“I totally agree that European manufacturers should have their own sources … but this is a competition and China has taken a good step,” he added. “There’s a learning curve.”

Benchmark Mineral Intelligence (BMI) estimates that if current plans come to fruition, EV battery manufacturing capacity in Europe should reach 1,200 gigawatt hours (GWh) by 2031, exceeding expected demand of 875 GWh. But of the 1,200 GWh, 44 percent will be supplied by Asian companies with plants in Europe, ahead of local companies at 43 percent and U.S. pioneer Tesla (TSLA.O ) at 13 percent, according to Reuters calculations based on BMI data. .

Prospects for the German battery industry have been dampened by record levels of energy due to the loss of Russian gas, according to auto consultants at Boston Consulting Group and Berylls Strategy Advisors.

Hungary offers a relatively stable energy system backed by nuclear power, as well as high subsidies and the lowest corporate tax rate in Europe at 9%.

The entire battery supply chain has entered the country, said Ilka von Dalwigk, policy manager for the European Battery Alliance, a coalition launched by the European Union in 2017 to jump-start an indigenous industry.

“Everything is there. When we look at the forecasts for 2025 and 2030, it looks like it will have one of the largest production capacities in Europe,” she added.

“Hungary may well actually be the next big battery production cluster in Europe.”

Asked about concerns about technology dependence on Asia, an EU official said the bloc – which must approve member states’ subsidies to investors – already has a system in place to cooperate and exchange information on investments in non-EU countries that could affect security.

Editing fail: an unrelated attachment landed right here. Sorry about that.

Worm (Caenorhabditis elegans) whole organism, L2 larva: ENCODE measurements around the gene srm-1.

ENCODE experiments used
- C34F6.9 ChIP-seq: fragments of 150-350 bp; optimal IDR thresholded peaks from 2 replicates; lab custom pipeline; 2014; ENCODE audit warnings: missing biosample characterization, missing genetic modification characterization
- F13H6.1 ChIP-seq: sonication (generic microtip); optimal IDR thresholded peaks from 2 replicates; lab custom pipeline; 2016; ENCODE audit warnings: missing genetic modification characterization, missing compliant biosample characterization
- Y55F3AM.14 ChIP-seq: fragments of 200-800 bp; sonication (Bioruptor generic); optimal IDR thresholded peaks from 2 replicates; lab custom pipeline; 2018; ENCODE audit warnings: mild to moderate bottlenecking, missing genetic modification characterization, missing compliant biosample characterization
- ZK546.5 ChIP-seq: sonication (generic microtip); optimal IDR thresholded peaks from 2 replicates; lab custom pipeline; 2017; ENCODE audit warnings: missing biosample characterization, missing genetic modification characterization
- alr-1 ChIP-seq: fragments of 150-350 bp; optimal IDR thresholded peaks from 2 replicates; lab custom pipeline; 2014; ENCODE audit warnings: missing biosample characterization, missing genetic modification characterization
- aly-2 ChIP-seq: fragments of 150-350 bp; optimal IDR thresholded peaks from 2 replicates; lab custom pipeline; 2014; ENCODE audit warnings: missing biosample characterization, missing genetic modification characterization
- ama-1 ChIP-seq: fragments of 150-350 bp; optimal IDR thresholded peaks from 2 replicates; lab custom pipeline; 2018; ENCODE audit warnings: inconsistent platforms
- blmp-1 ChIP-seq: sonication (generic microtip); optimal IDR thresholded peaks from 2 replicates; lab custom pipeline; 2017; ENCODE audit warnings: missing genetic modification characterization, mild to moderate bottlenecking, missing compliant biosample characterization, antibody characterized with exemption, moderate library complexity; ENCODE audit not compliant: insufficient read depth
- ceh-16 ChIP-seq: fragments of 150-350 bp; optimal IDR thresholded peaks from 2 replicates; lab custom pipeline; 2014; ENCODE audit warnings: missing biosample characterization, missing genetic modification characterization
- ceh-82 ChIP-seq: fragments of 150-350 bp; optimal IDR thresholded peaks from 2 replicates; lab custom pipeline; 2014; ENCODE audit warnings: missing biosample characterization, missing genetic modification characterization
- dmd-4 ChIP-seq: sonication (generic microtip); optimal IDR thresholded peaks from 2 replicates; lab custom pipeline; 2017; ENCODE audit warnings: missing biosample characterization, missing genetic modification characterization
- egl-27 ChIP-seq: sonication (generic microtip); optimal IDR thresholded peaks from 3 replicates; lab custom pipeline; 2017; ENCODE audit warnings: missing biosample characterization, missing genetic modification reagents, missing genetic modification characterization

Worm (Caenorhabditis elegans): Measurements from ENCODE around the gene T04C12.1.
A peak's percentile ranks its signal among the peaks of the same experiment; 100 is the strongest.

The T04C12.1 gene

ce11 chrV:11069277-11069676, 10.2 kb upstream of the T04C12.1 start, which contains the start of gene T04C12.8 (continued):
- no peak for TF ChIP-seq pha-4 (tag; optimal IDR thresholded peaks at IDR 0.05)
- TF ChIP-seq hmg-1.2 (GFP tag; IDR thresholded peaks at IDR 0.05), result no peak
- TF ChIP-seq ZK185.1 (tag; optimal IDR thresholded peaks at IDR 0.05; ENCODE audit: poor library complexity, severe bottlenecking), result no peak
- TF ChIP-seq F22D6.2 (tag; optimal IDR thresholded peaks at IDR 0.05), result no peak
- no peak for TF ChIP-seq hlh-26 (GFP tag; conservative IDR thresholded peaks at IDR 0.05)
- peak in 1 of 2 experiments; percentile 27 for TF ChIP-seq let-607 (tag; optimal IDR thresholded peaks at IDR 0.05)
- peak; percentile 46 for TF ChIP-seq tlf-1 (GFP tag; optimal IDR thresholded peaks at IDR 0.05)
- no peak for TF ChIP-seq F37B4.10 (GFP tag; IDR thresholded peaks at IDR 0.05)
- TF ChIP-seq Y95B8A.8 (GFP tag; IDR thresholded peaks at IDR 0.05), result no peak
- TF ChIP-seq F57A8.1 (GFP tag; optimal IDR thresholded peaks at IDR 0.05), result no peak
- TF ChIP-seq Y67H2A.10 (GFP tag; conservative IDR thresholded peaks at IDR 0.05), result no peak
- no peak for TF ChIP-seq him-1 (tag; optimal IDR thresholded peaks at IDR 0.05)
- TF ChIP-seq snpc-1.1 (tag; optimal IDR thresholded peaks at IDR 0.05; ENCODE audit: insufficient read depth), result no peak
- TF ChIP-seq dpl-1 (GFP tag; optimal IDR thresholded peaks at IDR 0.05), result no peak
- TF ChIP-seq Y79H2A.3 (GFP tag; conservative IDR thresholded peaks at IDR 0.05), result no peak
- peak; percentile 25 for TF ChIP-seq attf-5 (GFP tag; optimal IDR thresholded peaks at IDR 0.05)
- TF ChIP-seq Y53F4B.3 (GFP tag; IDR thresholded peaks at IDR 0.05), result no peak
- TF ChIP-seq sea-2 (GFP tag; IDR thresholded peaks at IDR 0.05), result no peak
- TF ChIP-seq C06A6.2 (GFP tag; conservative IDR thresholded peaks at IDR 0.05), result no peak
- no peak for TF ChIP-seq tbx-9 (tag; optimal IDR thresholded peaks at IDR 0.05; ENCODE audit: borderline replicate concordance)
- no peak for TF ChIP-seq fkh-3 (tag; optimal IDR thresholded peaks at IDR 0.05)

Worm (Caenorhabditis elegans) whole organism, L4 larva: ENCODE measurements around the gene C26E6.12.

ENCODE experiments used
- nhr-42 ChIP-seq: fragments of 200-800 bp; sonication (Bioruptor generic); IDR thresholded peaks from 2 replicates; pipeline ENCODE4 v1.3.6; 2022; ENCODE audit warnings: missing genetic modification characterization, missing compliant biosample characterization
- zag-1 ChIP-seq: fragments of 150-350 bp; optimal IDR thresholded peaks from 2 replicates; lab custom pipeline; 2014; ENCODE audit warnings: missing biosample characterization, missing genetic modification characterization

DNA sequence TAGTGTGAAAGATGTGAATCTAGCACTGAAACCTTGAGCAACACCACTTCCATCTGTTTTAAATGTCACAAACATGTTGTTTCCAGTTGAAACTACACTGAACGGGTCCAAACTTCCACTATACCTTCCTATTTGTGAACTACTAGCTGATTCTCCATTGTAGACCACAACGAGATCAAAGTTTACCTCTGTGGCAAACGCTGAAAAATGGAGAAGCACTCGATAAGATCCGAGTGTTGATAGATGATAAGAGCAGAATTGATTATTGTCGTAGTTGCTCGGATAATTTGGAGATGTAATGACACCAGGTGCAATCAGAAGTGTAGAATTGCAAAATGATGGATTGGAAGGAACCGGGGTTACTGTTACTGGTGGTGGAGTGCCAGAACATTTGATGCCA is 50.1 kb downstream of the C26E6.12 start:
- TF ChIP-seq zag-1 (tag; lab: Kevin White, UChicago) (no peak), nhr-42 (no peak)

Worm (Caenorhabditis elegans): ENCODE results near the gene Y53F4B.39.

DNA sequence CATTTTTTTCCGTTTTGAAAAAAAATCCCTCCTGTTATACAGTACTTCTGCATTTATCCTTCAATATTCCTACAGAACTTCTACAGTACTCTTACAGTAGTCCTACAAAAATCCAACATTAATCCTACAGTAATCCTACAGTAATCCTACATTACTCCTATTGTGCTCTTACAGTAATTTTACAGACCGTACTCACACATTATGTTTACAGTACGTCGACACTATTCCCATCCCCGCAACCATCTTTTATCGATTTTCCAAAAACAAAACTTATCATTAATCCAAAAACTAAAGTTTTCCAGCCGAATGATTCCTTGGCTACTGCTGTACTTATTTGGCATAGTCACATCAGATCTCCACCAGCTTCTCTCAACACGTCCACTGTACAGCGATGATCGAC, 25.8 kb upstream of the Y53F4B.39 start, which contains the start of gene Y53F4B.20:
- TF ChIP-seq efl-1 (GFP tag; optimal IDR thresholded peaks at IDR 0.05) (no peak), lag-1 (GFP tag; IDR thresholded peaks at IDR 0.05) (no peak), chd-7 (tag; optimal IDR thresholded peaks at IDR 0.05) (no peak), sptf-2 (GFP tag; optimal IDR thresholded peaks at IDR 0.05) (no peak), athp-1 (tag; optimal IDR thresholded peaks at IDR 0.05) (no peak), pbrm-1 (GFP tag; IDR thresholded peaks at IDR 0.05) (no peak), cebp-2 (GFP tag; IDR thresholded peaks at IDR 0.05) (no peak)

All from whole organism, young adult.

The official added that the European Commission is currently negotiating with Hungary on the size of the subsidy that Hungary will provide to CATL for the construction of the Debrecen plant.

“Sending the wrong signal”

For some Western companies, setting up shop in Hungary is a difficult decision.

German auto supplier Schaeffler said in August it was about to build its main electric motor plant in Hungary rather than Germany because of attractive incentives there, but decided to do so over fears of sending the “wrong signal” to scared Germans. Created jobs are lost overseas.

Other industry players expressed a range of concerns about potential problems for Hungary’s burgeoning auto industry, including grid problems, as the plant expands.

Batteries, in particular, are energy-intensive components of electric vehicle production, requiring large amounts of electricity to dry materials and run machines.

Hungary’s energy sources in 2021 will consist of 80 percent fossil fuels, 14.5 percent nuclear and 3.6 percent solar, according to Reuters calculations of BP Statistical Review of World Energy data.

The mix presents problems for automakers, who will soon be required to demonstrate carbon-free certificates in their supply chains under new legislation in Germany and Europe.

Hungarian Foreign Minister Peter Szijalto met senior executives from BMW and car suppliers, including Schaeffler and Knorr-Bremse, in Munich last month after the German automaker announced it would strengthen its presence in the country. invest.

Topics discussed included plans to improve Hungary’s logistics infrastructure and increase the amount of renewable energy used on the grid, according to one of the companies present.

When BMW first announced its plans to build the Debrecen plant in 2018, the government pledged to spend about 135 billion forints improving local infrastructure, according to calculations by the German-Hungarian Chamber of Commerce.

On the battery front, CATL told Reuters it was considering developing solar power with a local partner in Hungary.

Despite the risks, Alexander Timmer, a partner at Munich-based consultancy Berylls Strategy Advisors who has worked on several car and battery projects in Hungary, said the country presented an attractive package.

“The combination of cost advantages, state subsidies and proximity to automakers’ factories is making Hungary increasingly attractive to battery producers,” he added.

(1 USD = 397.54 HUF; 1 USD = 0.9483 EUR)

Reporting by Victoria Waldersee in Berlin and Gergely Szakacs in Budapest; Additional reporting by Heekyong Yang and Zhang Yan; Editing by Pravin Char

Our Standards: The Thomson Reuters Trust Principles.